CIVIL ENGINEERING 365 ALL ABOUT CIVIL ENGINEERING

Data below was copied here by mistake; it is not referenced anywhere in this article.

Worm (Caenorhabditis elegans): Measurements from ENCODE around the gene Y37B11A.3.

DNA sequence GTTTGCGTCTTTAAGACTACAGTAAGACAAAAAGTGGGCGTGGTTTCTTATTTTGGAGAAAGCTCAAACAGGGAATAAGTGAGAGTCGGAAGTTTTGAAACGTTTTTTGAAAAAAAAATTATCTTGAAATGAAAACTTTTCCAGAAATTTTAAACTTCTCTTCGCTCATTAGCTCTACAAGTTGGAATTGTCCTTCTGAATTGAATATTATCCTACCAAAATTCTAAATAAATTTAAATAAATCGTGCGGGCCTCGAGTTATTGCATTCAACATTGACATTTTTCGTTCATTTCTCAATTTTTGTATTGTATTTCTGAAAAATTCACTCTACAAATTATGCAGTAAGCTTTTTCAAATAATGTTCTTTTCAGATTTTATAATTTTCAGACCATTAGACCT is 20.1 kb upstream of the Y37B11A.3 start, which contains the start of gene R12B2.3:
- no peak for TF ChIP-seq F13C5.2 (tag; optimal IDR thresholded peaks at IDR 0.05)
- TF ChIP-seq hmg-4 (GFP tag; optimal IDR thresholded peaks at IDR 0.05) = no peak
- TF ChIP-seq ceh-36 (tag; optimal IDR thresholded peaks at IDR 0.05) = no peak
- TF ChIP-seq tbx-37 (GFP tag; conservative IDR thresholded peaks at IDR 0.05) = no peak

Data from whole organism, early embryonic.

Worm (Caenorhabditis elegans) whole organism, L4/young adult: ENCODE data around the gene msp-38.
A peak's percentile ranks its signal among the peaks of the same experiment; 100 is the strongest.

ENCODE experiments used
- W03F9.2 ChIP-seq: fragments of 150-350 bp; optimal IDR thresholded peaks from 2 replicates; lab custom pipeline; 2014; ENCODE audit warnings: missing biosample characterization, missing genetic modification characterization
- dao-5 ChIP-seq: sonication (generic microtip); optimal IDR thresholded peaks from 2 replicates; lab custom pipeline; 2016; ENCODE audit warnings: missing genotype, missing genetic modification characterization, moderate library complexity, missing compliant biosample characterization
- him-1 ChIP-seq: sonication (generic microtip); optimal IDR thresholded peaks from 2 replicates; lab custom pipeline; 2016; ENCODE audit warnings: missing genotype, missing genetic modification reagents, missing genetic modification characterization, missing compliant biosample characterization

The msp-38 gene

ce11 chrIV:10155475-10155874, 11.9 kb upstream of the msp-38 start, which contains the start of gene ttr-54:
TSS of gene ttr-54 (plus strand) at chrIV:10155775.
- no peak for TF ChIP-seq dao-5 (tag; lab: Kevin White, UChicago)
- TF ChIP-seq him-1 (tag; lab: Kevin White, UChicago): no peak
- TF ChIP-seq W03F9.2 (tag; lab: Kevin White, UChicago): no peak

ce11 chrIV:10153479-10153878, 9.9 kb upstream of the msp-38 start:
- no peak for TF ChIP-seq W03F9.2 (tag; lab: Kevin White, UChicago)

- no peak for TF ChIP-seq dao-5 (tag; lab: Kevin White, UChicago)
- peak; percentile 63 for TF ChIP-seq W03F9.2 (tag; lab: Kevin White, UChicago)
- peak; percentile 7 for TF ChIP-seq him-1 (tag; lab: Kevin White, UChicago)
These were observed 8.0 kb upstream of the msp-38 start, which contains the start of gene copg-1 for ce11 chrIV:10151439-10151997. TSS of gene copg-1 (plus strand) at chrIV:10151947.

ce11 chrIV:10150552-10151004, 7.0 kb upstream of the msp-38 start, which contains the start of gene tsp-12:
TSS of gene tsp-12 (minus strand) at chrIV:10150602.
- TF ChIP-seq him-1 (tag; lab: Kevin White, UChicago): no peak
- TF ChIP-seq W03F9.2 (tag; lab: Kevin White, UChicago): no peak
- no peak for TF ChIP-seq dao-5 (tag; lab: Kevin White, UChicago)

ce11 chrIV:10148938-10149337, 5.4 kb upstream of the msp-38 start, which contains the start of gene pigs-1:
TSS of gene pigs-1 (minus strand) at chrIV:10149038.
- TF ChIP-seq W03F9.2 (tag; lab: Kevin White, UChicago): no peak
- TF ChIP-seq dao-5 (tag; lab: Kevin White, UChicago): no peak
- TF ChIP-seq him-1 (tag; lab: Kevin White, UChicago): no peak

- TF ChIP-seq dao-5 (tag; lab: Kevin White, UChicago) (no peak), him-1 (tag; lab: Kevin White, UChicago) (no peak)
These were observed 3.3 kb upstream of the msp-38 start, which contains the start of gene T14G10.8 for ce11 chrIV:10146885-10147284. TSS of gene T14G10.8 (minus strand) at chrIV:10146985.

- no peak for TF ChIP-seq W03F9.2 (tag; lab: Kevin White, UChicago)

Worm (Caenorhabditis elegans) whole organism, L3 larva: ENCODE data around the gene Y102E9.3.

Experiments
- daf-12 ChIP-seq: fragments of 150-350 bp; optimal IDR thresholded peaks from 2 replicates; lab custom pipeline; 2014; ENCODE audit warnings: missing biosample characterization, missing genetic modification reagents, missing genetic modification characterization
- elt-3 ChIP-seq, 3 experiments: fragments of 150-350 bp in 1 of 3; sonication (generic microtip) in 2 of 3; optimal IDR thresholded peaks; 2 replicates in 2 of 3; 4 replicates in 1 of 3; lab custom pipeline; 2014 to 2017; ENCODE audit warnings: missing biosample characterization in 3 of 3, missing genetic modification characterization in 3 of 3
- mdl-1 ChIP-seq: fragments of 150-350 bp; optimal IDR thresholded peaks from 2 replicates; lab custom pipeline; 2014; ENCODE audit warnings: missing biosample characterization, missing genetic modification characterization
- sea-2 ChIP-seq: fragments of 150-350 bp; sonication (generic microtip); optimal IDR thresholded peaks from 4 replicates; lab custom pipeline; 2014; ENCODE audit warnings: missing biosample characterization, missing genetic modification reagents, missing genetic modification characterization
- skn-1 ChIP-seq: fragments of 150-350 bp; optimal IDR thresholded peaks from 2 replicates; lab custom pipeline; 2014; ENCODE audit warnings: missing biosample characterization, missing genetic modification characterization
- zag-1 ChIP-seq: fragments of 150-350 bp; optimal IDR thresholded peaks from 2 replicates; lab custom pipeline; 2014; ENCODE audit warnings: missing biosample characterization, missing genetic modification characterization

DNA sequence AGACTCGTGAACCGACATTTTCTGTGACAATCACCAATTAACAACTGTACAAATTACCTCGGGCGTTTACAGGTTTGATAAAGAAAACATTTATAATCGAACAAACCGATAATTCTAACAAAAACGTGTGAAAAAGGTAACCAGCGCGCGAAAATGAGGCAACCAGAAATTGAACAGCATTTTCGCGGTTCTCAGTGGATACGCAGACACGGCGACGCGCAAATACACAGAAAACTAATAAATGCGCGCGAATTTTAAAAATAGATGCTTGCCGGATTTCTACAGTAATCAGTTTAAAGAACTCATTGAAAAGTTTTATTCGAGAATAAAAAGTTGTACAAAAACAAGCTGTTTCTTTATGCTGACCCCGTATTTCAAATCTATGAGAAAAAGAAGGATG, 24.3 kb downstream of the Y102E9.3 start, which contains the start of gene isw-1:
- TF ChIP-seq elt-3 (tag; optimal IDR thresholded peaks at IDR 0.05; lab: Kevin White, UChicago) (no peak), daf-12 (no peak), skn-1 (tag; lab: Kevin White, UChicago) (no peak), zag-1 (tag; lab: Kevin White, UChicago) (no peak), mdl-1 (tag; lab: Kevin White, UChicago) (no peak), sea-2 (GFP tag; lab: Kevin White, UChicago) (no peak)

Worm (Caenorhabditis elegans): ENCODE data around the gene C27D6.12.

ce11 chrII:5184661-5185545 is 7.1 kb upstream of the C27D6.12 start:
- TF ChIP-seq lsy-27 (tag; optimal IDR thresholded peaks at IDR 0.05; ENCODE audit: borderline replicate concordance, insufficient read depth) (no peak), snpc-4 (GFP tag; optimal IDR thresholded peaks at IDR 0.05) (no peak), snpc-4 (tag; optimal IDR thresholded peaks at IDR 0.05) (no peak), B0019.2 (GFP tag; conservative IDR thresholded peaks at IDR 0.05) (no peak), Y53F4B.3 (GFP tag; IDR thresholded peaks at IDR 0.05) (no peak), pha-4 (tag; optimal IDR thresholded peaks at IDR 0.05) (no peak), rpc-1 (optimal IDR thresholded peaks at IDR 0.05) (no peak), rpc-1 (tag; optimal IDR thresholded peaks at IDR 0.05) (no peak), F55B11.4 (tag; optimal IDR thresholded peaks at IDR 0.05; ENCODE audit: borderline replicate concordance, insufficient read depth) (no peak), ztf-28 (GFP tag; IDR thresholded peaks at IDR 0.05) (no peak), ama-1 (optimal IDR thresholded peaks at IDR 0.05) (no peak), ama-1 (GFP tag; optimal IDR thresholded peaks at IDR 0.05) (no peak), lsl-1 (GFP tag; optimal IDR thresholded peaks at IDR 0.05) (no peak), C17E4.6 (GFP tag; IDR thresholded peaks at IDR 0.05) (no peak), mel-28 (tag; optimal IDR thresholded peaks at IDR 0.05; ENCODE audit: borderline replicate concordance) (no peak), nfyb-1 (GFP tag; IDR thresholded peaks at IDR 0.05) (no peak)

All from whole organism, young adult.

AbstractEmission of carbon dioxide (CO2) either from the firing of clay bricks or from cement production, contributes considerably toward global warming. Conversely, the production of bricks is inevitable since a large number of bricks are needed to fulfill the housing sector demand. In this study, silty clay-based geopolymer bricks were produced incorporating fly ash and sugarcane bagasse ash. This was accomplished in two stages: the laboratory phase that comprised of production of cylindrical specimens, and the industrial phase whereby full-size bricks were produced based on the results obtained in the laboratory phase. The silty clay-based geopolymer bricks were developed with lesser energy input, i.e., forming pressure of 7 MPa with curing at ambient temperature. The whole set of mechanical and durability properties of the newly developed geopolymer brick yielded satisfactory results conforming to the standard codes. Scanning electron microscopy (SEM) and X-ray diffraction (XRD) results revealed the coexistence of sodium aluminosilicate gel (N─ A─ S─ H) and calcium aluminosilicate hydrate (C─ A─ S─ H), which led to a dense microstructure resulting in increased mechanical strength and ensuring enhanced durability of the brick structure. The environmental impact assessment confirmed the ecofriendly utilization of sugarcane bagasse ash in combination with fly ash in clay-based geopolymer bricks. The newly developed geopolymer can have a broad range of applications, including wall panel making, jet grouting, deep mixing, mortar for masonry constructions, canal lining, and grouting material used in backfill grouting during shield tunneling.



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